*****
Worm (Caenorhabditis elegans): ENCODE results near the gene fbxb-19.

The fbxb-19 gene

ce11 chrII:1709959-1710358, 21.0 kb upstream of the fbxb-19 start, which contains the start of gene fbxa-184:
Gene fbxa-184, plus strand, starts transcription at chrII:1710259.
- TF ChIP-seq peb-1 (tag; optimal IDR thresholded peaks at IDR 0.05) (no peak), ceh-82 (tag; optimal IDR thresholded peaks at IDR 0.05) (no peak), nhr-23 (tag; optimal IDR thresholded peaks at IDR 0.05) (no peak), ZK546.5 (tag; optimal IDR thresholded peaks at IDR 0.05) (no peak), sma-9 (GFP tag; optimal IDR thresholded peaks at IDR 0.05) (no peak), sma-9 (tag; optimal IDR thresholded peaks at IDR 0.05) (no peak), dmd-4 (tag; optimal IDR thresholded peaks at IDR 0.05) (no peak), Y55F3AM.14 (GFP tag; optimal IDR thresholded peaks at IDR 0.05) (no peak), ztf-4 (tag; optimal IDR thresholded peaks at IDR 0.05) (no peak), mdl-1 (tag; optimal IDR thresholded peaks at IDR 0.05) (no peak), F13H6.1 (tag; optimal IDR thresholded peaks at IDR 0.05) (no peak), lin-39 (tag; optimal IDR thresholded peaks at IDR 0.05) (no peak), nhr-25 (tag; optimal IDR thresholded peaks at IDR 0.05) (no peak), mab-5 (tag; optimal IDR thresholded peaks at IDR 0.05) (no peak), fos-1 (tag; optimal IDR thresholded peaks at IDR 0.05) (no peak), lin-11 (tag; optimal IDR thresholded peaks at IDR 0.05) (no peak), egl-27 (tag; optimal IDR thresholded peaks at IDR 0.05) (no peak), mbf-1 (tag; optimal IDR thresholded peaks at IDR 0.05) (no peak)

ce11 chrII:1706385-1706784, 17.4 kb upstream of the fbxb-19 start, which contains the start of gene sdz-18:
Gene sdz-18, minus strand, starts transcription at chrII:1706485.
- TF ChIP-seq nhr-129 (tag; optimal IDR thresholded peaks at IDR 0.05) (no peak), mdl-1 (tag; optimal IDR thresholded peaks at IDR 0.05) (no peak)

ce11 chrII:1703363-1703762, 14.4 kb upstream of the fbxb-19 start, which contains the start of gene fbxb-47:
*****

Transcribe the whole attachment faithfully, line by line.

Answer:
Worm (Caenorhabditis elegans): ENCODE results near the gene fbxb-19.

The fbxb-19 gene

ce11 chrII:1709959-1710358, 21.0 kb upstream of the fbxb-19 start, which contains the start of gene fbxa-184:
Gene fbxa-184, plus strand, starts transcription at chrII:1710259.
- TF ChIP-seq peb-1 (tag; optimal IDR thresholded peaks at IDR 0.05) (no peak), ceh-82 (tag; optimal IDR thresholded peaks at IDR 0.05) (no peak), nhr-23 (tag; optimal IDR thresholded peaks at IDR 0.05) (no peak), ZK546.5 (tag; optimal IDR thresholded peaks at IDR 0.05) (no peak), sma-9 (GFP tag; optimal IDR thresholded peaks at IDR 0.05) (no peak), sma-9 (tag; optimal IDR thresholded peaks at IDR 0.05) (no peak), dmd-4 (tag; optimal IDR thresholded peaks at IDR 0.05) (no peak), Y55F3AM.14 (GFP tag; optimal IDR thresholded peaks at IDR 0.05) (no peak), ztf-4 (tag; optimal IDR thresholded peaks at IDR 0.05) (no peak), mdl-1 (tag; optimal IDR thresholded peaks at IDR 0.05) (no peak), F13H6.1 (tag; optimal IDR thresholded peaks at IDR 0.05) (no peak), lin-39 (tag; optimal IDR thresholded peaks at IDR 0.05) (no peak), nhr-25 (tag; optimal IDR thresholded peaks at IDR 0.05) (no peak), mab-5 (tag; optimal IDR thresholded peaks at IDR 0.05) (no peak), fos-1 (tag; optimal IDR thresholded peaks at IDR 0.05) (no peak), lin-11 (tag; optimal IDR thresholded peaks at IDR 0.05) (no peak), egl-27 (tag; optimal IDR thresholded peaks at IDR 0.05) (no peak), mbf-1 (tag; optimal IDR thresholded peaks at IDR 0.05) (no peak)

ce11 chrII:1706385-1706784, 17.4 kb upstream of the fbxb-19 start, which contains the start of gene sdz-18:
Gene sdz-18, minus strand, starts transcription at chrII:1706485.
- TF ChIP-seq nhr-129 (tag; optimal IDR thresholded peaks at IDR 0.05) (no peak), mdl-1 (tag; optimal IDR thresholded peaks at IDR 0.05) (no peak)

ce11 chrII:1703363-1703762, 14.4 kb upstream of the fbxb-19 start, which contains the start of gene fbxb-47: